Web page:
It is important to stress here that even though the Josephites, the Catacomb Church and the Church Abroad did have very few practical means to communicate with each other, they were all in communion with each other and recognized each other as legitimate branches of the One Russian Orthodox Church, although each one in unique and specific circumstances.  Not so with the first entity, the official “Soviet” Church which was denounced by all three groups as at the very least illegal and possibly even as the satanic tool of the Bolsheviks.

Why is all this so important?

Because the current official “Russian Orthodox Church of the Moscow Patriarchate” is a direct descendant of this first group, which was unanimously rejected by literally tens of thousands of saints who were martyred for their faith by the Bolshevik regime.  In patristic theological terms, the Moscow Patriarchate and its members are “lapsed“, i.e., those who did not have the courage to resist the persecutors of the Church and who therefore severed their communion to the Church.  The fact that they created an ecclesiastical entity in conditions prohibited by canon law makes them “schismatics“.  The fact that they developed a specific teaching (“Sergianism“: the idea that the Church can be “saved” by way of comprimise with evil) to justify such actions makes them “heretics” (please note that in a theological discourse terms like “heretic” are not insults, but simply indicators of a specifc spiriual condition/status).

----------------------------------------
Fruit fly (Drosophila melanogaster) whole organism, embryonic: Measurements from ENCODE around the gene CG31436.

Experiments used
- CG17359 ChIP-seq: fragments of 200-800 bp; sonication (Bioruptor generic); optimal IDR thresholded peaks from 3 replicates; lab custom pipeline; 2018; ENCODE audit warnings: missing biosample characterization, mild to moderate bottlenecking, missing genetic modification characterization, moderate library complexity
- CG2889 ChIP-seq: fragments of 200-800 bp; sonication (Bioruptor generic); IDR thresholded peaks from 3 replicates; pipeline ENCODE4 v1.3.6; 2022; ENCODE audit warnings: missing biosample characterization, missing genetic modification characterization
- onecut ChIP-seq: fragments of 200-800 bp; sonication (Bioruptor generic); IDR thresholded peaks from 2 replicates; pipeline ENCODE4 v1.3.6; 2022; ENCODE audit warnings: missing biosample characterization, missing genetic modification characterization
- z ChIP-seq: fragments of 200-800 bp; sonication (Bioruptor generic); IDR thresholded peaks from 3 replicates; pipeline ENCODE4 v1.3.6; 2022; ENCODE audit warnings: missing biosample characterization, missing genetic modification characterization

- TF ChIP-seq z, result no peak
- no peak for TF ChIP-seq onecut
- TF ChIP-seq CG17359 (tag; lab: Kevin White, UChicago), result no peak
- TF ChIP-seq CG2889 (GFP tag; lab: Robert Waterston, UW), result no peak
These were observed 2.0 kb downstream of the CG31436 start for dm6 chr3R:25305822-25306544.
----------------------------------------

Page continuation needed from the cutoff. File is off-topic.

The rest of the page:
The above is an extremely superficial and even simplistic mini-overview of a long an extremely complex topic and I ask for the understanding of those who know about this and who might be appalled at how much I have not discussed here.  I am aware of that, but this is simply not the time and place to write a halfway decent history of Russian Orthodoxy in the 20th century.  The only other historical detail I will add here is that during WWII, Stalin did very substantially ease some of the worst persecutions against the Church and that these persecutions did, in part, resume under Krushchev.  Again, I apologize for the extreme “shorthand” of the outline above, and I ask that you take only the following two important concepts with you:

a) Russian Orthodoxy has been continuously weakened for the past 300+ years
b) The organization currently officially representing Russian Orthodoxy has major legitimacy issues and is often viewed with deep suspicion, even by very religious people.

I now need to say a few words about the modern “Moscow Patriarchate” as it is today, over two decades since the end of any anti-religious persecutions.

First, it is by far the most “Soviet” institution of the Russian polity.  Or, to put it in other words, it is by far the least reformed “leftover” of the Soviet era.  To make things worse, it is also currently run by a notoriously corrupt individual, “Patriarch” Kirill I, a sly and utterly dishonest individual, known for his shady business dealing and for his rabid adherence to the so-called “Ecumenical Movement” (a heresy from the Orthodox point of view).  To top it all off, there is some pretty good evidence that Kirill I might be a secret Papist Cardinal, something called a “cardinale in pectore” which, if true,  is probably used against him by the Russian security services to make sure that he does whatever the Kremlin says.

For all its faults, the Moscow Patriarchate fulfills and extremely important role for the Russian state: that of ideological substitute for the now officially abandoned Marxist ideology.